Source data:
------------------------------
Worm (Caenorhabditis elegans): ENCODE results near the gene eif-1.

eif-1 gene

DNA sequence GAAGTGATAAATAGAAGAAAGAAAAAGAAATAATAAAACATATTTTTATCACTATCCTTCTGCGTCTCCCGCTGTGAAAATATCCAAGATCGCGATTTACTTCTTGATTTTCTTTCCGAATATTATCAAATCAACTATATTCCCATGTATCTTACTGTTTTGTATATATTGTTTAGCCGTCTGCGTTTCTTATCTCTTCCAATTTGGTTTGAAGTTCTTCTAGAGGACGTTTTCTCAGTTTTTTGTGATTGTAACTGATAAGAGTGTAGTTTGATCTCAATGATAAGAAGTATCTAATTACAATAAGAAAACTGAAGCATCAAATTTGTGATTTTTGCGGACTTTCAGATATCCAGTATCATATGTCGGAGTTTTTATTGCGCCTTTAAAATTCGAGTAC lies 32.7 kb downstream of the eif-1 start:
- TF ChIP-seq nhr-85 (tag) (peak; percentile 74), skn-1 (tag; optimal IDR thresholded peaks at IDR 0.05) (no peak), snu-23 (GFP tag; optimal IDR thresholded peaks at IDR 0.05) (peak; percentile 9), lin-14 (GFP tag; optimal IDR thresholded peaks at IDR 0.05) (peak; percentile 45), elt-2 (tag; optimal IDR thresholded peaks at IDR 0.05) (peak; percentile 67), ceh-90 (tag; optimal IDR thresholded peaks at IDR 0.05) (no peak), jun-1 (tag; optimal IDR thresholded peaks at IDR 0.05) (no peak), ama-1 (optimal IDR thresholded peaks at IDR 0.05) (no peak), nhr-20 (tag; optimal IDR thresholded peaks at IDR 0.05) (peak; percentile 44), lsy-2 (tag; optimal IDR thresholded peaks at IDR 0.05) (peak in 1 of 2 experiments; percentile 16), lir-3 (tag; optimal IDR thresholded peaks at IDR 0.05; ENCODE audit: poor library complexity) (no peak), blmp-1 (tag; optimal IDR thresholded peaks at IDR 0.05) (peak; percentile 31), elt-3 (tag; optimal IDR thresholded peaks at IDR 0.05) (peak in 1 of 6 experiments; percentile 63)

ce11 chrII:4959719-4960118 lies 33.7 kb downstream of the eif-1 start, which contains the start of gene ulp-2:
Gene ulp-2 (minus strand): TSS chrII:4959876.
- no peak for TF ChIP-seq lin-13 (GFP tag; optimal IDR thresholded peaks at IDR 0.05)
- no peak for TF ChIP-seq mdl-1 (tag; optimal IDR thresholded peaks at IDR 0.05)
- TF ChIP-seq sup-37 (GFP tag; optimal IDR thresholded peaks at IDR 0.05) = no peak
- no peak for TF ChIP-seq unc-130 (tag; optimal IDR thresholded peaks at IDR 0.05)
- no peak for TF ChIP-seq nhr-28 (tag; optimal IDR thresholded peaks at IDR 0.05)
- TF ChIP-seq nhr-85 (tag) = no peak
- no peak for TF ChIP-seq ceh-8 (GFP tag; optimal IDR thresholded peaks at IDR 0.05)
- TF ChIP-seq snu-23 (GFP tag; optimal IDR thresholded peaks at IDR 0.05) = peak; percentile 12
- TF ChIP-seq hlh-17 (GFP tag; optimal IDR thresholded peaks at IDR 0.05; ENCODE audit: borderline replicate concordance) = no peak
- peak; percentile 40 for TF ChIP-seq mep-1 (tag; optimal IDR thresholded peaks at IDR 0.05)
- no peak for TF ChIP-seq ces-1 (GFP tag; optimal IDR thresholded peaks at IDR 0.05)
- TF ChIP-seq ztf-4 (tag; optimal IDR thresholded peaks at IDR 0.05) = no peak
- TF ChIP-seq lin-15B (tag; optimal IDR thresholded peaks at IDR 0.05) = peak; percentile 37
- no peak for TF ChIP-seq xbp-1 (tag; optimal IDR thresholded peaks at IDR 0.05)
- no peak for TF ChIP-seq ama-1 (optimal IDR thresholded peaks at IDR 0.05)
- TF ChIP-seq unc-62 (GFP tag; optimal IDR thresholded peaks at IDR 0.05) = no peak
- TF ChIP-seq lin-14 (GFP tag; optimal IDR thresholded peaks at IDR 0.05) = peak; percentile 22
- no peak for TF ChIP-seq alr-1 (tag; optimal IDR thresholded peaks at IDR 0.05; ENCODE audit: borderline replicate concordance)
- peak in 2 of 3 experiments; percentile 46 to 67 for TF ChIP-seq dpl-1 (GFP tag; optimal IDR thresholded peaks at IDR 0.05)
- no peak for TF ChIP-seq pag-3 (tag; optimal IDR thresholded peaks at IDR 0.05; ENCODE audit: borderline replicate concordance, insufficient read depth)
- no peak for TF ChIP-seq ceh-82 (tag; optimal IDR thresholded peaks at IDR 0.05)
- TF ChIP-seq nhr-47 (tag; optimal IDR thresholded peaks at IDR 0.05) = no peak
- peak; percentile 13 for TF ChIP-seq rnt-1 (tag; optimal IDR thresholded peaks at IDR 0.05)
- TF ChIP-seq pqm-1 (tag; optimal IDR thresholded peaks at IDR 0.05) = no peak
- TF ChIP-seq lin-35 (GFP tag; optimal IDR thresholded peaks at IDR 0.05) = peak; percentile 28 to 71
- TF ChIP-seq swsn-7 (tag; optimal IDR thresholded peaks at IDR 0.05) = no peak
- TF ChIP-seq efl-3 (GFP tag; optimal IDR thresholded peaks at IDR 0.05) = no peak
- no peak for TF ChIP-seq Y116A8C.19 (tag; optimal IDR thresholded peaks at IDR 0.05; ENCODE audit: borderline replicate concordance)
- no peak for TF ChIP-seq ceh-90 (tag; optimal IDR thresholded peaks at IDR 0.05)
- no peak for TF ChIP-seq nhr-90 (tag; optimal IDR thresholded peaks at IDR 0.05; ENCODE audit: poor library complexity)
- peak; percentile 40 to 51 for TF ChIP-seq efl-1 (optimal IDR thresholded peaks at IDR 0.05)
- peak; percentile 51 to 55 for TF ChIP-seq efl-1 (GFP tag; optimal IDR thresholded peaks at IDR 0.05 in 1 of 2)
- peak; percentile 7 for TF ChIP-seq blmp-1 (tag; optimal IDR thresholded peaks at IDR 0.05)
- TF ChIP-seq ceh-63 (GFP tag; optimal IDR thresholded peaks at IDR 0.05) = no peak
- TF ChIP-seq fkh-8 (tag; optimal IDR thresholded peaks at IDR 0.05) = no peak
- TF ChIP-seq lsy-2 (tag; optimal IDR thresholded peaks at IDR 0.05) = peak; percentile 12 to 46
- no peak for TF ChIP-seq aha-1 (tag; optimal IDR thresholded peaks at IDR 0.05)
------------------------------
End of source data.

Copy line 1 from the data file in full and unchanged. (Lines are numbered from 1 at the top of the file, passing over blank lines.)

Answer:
Worm (Caenorhabditis elegans): ENCODE results near the gene eif-1.